|The Hanafis permitted the payment of Zakat al-Fitr in money. This is the view of Al-Thawri, Al-Hasan al-Basri, and `Umar ibn `Abd al-`Aziz. However, the other three schools did not permit this.
They argue that the Prophet did not do so and hence its payment in money contradicts the Sunnah of the Prophet. But some contemporary scholars support the Hanafi view since this is easier nowadays for the payer particularly in cities where people use only money for dealings.
Among them are Sheikh Shaltut, al-Ghazali, and al-Qaradawi who mentioned earlier the two reasons for which the Prophet did not prescribe it in money. He also stated that the purpose of Zakat al-Fitr is to fulfill the needs of the poor and this is achieved also by payment in money and that in most cases and most countries the payment in money is more useful to the poor.
He also mentioned that when the Prophet prescribed it from food, it was easy for the payer and useful for the recipient during that time. But nowadays to pay it in food is not useful for the poor because he cannot make use, for instance, of wheat or dates unless he sells them with any price, generally low, to buy his needs with the money.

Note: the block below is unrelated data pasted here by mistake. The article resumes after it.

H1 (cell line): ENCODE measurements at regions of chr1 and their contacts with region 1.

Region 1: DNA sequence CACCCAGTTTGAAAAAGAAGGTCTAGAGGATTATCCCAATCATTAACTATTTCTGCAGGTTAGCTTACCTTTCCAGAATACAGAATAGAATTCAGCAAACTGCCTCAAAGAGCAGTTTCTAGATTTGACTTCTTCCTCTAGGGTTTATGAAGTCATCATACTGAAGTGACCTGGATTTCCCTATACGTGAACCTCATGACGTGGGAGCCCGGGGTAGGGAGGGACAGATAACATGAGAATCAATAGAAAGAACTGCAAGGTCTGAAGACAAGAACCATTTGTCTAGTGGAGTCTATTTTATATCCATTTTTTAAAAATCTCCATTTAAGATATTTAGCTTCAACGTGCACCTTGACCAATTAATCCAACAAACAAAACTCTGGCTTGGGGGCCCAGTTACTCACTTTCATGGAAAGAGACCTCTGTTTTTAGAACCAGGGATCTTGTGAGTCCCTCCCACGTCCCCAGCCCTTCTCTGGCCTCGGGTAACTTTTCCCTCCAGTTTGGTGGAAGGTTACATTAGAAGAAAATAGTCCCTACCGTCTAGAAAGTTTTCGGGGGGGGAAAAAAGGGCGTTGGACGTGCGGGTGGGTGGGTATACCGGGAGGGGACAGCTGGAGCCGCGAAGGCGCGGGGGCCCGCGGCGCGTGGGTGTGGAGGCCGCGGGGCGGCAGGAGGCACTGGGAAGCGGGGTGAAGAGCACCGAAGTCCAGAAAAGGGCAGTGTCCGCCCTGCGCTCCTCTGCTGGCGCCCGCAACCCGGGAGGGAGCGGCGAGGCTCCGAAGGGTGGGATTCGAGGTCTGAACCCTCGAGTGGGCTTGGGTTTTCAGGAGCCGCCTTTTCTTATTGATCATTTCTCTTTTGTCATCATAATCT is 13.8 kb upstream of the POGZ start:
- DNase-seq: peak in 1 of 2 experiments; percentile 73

Al-Qaradawi excluded the times of famines where the payment of food is more useful for the recipients and said that the criterion is the benefit of the poor so if food proves to be more useful as in times of famines and catastrophes, then its payment in kind is better. But if money is more useful, then its payment in money is better.
Nowadays, if we consider the condition in the Muslim world in general and that of Muslims in the West in particular we will discover that the second view is more convenient with the spirit of Islamic legislation and the present condition of Muslims. As we will see later when Muslims living in the West decide to transfer their Zakah funds or some of them to needy Muslims in Muslim countries, then the payment in money is more convenient.